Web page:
Saturday 26 April 2014

Hello from Coquette Point,

Another week of wind and rain is behind us. Thankfully today opened with bright sunshine.

On Wednesday night the wind blew a sailor in from the sea with a desperate call.  It was Justin McCallum on his yacht 'La Boheme' he wanted to know what had happened to the marker buoys in the Johnstone River? Justin was returning from a voyage around the islands of Papua New Guinea and as fate would have it he entered the Johnstone River at night in a rain squall which allowed him little visibility.

As is normal after every flood in the Johnstone the marker buoys drift off their positions and the Harbour Master informs sailors by posting a Notice to Mariners. The Johnstone River marker buoys drifted off position in the minor flood which occurred with TC Ita on 12 April but the Harbour Master did not post a Notice to Mariners. Two weeks after the event, the Johnstone River marker buoys are still off position and still no Notice to Mariners has been posted.
Justin anchored up for the night and in the morning he popped in to say hello looking like something Neptune had rejected.

Justin was at Misima Island when the low that was to become TC Ita started to form into a cyclonic system. Justin took 'La Boheme' into the mangroves and sheltered while the storm raged over them. Justin said that when it passed the Islands in the region were devastated. The people of Misima and the Louisiades Islands had lost their homes and their crops to the cyclone.
We heard nothing about the plight  of these people on the Australian media. Of course we were all too concerned about what was to happen to us - yet again.

Misima island is located at lattitude 10.41 degrees south and it is unusual for a cyclone to form above 12 degrees south of the equator. It appears the unusual in weather occurrences is becoming the norm.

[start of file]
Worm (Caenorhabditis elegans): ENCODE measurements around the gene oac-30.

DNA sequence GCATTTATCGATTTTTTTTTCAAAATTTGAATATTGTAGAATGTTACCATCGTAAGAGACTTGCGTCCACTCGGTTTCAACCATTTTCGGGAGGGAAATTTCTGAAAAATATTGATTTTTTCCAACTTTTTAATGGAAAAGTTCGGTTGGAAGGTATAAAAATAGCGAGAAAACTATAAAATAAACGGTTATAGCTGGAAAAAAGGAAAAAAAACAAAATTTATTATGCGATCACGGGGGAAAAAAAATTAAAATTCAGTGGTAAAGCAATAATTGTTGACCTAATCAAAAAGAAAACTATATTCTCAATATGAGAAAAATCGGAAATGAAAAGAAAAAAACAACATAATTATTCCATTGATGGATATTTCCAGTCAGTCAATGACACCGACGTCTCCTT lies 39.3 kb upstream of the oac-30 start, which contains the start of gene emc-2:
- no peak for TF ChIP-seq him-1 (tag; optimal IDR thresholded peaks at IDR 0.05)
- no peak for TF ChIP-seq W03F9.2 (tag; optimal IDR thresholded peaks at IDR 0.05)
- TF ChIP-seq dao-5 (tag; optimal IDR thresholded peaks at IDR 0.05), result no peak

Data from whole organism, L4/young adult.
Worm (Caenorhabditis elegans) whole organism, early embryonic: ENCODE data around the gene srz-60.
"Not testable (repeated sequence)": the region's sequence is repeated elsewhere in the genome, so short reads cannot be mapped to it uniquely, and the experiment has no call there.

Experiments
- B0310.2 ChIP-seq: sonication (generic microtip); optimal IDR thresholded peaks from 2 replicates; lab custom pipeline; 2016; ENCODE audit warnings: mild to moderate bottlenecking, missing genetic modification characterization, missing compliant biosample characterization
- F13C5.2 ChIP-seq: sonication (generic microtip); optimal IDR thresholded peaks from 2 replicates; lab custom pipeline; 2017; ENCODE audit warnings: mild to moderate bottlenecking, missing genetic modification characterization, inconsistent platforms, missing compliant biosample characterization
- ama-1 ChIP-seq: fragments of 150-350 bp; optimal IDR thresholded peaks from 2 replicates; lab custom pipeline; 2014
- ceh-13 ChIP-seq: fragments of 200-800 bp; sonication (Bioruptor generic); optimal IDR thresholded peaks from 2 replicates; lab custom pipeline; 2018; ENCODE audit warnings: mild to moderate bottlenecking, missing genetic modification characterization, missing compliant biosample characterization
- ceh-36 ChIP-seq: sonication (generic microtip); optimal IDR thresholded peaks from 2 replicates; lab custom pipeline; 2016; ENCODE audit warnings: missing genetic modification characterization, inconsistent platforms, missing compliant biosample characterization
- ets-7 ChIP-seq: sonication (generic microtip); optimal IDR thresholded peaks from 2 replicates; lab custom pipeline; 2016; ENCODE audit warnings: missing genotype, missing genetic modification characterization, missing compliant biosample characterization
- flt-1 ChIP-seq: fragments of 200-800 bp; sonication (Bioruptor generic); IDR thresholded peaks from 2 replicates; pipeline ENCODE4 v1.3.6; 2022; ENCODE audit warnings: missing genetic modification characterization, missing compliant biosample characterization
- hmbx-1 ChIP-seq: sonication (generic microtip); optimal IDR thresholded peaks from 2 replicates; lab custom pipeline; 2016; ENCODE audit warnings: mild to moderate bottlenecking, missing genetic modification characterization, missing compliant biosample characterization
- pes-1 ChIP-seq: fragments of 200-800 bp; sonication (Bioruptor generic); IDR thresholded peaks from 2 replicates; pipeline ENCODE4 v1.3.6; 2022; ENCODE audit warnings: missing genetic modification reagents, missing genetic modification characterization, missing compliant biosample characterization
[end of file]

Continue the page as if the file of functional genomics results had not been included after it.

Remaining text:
Another refugee arrived at Coquette Point this week and this time it took the form of a juvenile flatback turtle.

The turtle was found by Geoff Stapley of Mission Beach on Wednesday morning. The turtle was upside down at the top of the high tide mark on Mission beach. Geoff picked it up and tried to put it back into the ocean, but it was struggling with the rough seas and exhaustion. He called for help from Jason of Mission Beach Charters and Jason got in touch with Nellie Epong,  of Mandubarra Turtle Triage, here at Coquette Point. Now 'Slaty', as Nellie has called it, is receiving the very best intensive care.

There is good news tonight as for the first time, late this afternoon, little 'Slaty' took a feed of squid from James Epong. James told me the first feed is critical and he is hopeful this little flatback turtle will make a speedy recovery and hopefully will be returned to the ocean within weeks.

James drove down to Mission Beach to collect the injured turtle and it travelled back in a purpose built tank with a damp orange flannel on its back. James gently lifted the turtle into the holding tank he had prepared.

The next morning the turtle was swimming strongly around the tank.

Little 'Slaty' receives around the clock care from the Mandubarra Turtle Triage members.

Pictured Henry and Nellie Epong examining the turtle for any sign of injury.

This week only one Pied Imperial Pigeon was sighted and that was early Tuesday morning.  This bird is either a straggler or has decided to winter over. However, I have not seen it again nor any other PIPs, so I assume the birds are well and truly gone on their migratory journey.

I found this solitary yellow-eyed cuckoo shrike in my large fig tree. There is no fruit on the tree at the moment but the bird seemed quite happy, protected somewhat from the constant rain by the canopy of the fig.

The next morning when the sun came out, for a very short while, I found the cuckoo shrike was still in the tree.

These are not generally solitary birds, when not breeding, so this bird may have been separated from its flock in the gale force winds of cyclone Ita last week.

On Thursday cuckoo shrike was gone.

The wet and windy weather is tough on many birds and the rainbow bee eaters seemed to struggle to catch a feed as their sodden feathers reduced their normal agility.

The yelbow spotted honey eater sounded particularly unhappy as there was no food for him this week with the constant rain washing the nectar out of the flowers.

When the paperbark trees Melaleuca leucadendra opened its flowers to the bright sun this morning
  there was a flurry of feeding.

The first to feast where the Drongos, drinking deeply on the pungent nectar before enjoying the warm sun on their feathers.